Medical News

Medical News


States that have medical marijuana laws have lower rates of death due to unintentional opioid narcotic overdoses according to a new study. (An intentional overdose is suicide.) Perhaps those with pain don’t have to turn to opioid pain relievers if they have access to medical marijuana. I know this was true in my practice in San Diego. When the police took all the equipment of a marijuana dispensary, some of my patients were in such pain, that I had to prescribe opiates such as Norco®. It is a hassle being on a narcotic for the clinic and patient. If this lowered narcotic use is true, then it is estimated to have prevented 1,729 fewer deaths in 2010. For each year after legalization, there were even more fewer deaths. It takes time for the complete rollout of a new medical cannabis bill.  San Diego and Riverside Counties took the rollout to court for many years. There are some authorities who do not feel there is this association between medical cannabis and opiate deaths.



There was a push in the 1990s to prescribe more opioids for pain since many were suffering and could have been relieved with opioids like Oxycontin® and Fentanyl Patch®. After this push, we had many people, including teens, dependent on opioids along with a great increase in death from overdoses.  So lately, there is a push to avoid opioids if possible and if they are needed, a Pain Specialist referral may be a good idea.  Chronic opioid use can cause difficult constipation and an increased sensitivity to pain which is separate from tolerance (needing more medication to get the same effect). Many clinics have behavioral problems from those who sell them, lose them, or use them to get high.  IEHP is requiring providers to have the patient sign a pain contract and have the provider fill out forms for those who need above a certain amount. We are using physical therapists to help manage pain and lower the doses of medication.



Like HIV, gout has been shown to increase the risk of strokes and heart attacks a little more than in patients without gout.



If you have one of the 5 main risks for artery disease (heart attacks and strokes)–smoking, (close) family history of the same early enough in their lives, hypertension, diabetes, and of course high cholesterol–then these medications lower your risk for artery disease. If you don’t, then cholesterol medications are not going to help you, according to the latest research.  If you are on one of these and you have muscle pain, brain slowing, liver or kidney damage, fatigue, or sexual dysfunction then you should discuss this with your provider. These medications are to lower your long-term risk so stopping them for a week or two to see if you are better from the suspected side effects is not going to make a major difference in the long run.  As always, this column is not a substitute for thoughtful consultation with a primary medical provider. Lifestyle changes (e.g. diet, exercise, not smoking) have greater impact than medications usually.  This makes sense if you know that medications can alter just one chemical pathway, but a lifestyle change modifies many things.


Funny that one study found that patients taking high cholesterol medications were fatter and exercised less. Did the medications do this or did they feel they shouldn’t change their lifestyles and let the medication work its “magic?”  Many feel it is easier in the short term to take a pill for many problems. The authors recommend further study.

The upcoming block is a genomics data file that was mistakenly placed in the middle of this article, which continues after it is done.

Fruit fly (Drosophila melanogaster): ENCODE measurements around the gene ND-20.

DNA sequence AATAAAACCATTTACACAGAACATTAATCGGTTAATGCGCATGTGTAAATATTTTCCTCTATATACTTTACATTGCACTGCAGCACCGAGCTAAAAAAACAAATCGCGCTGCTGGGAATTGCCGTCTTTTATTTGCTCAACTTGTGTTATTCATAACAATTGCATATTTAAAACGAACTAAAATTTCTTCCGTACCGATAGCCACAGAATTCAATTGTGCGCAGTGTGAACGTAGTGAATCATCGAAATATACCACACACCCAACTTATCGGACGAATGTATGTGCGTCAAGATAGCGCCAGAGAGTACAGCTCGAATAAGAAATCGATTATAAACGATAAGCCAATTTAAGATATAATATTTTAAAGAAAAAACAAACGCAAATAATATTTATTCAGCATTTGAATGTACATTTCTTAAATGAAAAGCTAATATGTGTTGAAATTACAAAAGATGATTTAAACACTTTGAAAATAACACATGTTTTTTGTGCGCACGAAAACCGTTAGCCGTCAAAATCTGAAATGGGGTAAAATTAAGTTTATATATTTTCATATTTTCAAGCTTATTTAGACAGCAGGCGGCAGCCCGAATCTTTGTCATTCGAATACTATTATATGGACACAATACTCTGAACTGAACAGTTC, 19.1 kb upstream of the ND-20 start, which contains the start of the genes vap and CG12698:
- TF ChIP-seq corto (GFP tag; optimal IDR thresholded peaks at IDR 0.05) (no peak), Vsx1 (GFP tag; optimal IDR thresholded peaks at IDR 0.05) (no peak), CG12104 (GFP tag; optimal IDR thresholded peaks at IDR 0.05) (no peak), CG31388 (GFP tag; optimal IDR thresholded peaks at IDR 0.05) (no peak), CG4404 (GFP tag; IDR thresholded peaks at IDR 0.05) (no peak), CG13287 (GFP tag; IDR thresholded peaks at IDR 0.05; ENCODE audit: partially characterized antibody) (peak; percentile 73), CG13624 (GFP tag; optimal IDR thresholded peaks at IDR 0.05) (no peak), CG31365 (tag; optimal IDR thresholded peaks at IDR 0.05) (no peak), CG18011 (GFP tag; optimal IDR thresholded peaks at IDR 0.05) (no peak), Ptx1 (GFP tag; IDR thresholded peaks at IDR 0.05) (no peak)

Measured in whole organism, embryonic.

There are some important studies showing that moderate sodium intake causes less artery disease problems than low sodium or high sodium intake.  So a very low sodium diet may not be necessary.



A major study suggests that Vitamin D levels below 30 should be supplemented and taking 1000 mg once a day is a safe and effective dose.



Studies do not agree much on this problem. This is difficult to study and takes probably 30 years to prove since some cancers take that long to develop.  We are talking about breast, testicular, and brain cancers. Radiation does change brain tissue so it is a good idea to not have a cellphone near a pregnant mother’s abdomen, remove cellphones from being close to children at night (many put them under their pillows), do not place the baby monitor in the crib, boys should not pocket cell phones (near their testicles), and girls shouldn’t place them near their breasts (in their bra). Children have less tissue protection from radiation, including thinner skulls and they have the time to develop a cancer.



Tivicay® (dolutegravir) is the medication that had great results and rose to a preferred pill quickly. Combined with lamivudine (Epivir®) and abacavir (Ziagen®)–which together make Epzicom®–a new triple drug, single pill combination is now available. It is well tolerated. The chance of a serious drug reaction to the abacavir is prevented if a blood test comes out right. There are some drug-drug interactions your provider and pharmacist should check on.


Keep those questions coming. Be Safe!


Daniel Pearce, D.O., FACOI, AAHIVS
Clinical Associate Professor of Medicine, Loma Linda University School of Medicine
Adjunct Professor of Internal Medicine and HIV, Touro University California College of Osteopathic Medicine and Midwestern University Arizona College of Osteopathic Medicine
Researcher, Veterans Administration Hospital, Loma Linda
HIV Specialist, Riverside County Public Health Department
Hepatitis C Specialist and Researcher, Southern California Liver Centers, Riverside